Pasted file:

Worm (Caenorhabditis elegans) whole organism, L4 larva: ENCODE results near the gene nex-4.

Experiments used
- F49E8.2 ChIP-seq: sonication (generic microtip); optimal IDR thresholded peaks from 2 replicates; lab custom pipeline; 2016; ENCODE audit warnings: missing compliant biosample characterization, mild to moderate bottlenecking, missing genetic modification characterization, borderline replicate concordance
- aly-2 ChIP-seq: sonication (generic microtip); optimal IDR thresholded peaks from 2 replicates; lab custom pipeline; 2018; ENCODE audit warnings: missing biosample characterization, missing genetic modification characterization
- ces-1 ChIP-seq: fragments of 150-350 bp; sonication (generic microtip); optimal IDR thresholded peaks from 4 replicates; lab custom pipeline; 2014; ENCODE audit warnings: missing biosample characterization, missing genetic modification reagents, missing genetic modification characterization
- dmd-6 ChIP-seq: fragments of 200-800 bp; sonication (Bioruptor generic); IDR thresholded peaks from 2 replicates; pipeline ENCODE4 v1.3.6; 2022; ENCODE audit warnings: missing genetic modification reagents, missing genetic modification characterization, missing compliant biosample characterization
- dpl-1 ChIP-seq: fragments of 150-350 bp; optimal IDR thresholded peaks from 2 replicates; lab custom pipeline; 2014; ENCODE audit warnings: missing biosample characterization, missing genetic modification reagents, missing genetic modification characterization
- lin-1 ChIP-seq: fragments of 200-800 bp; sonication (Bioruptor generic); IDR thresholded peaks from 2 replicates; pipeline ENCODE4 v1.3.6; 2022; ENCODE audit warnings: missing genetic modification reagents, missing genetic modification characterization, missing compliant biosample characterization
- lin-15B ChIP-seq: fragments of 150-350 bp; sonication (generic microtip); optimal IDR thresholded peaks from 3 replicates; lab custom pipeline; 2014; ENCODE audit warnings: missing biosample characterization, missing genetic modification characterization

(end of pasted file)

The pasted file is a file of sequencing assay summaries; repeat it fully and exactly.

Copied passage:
Worm (Caenorhabditis elegans) whole organism, L4 larva: ENCODE results near the gene nex-4.

Experiments used
- F49E8.2 ChIP-seq: sonication (generic microtip); optimal IDR thresholded peaks from 2 replicates; lab custom pipeline; 2016; ENCODE audit warnings: missing compliant biosample characterization, mild to moderate bottlenecking, missing genetic modification characterization, borderline replicate concordance
- aly-2 ChIP-seq: sonication (generic microtip); optimal IDR thresholded peaks from 2 replicates; lab custom pipeline; 2018; ENCODE audit warnings: missing biosample characterization, missing genetic modification characterization
- ces-1 ChIP-seq: fragments of 150-350 bp; sonication (generic microtip); optimal IDR thresholded peaks from 4 replicates; lab custom pipeline; 2014; ENCODE audit warnings: missing biosample characterization, missing genetic modification reagents, missing genetic modification characterization
- dmd-6 ChIP-seq: fragments of 200-800 bp; sonication (Bioruptor generic); IDR thresholded peaks from 2 replicates; pipeline ENCODE4 v1.3.6; 2022; ENCODE audit warnings: missing genetic modification reagents, missing genetic modification characterization, missing compliant biosample characterization
- dpl-1 ChIP-seq: fragments of 150-350 bp; optimal IDR thresholded peaks from 2 replicates; lab custom pipeline; 2014; ENCODE audit warnings: missing biosample characterization, missing genetic modification reagents, missing genetic modification characterization
- lin-1 ChIP-seq: fragments of 200-800 bp; sonication (Bioruptor generic); IDR thresholded peaks from 2 replicates; pipeline ENCODE4 v1.3.6; 2022; ENCODE audit warnings: missing genetic modification reagents, missing genetic modification characterization, missing compliant biosample characterization
- lin-15B ChIP-seq: fragments of 150-350 bp; sonication (generic microtip); optimal IDR thresholded peaks from 3 replicates; lab custom pipeline; 2014; ENCODE audit warnings: missing biosample characterization, missing genetic modification characterization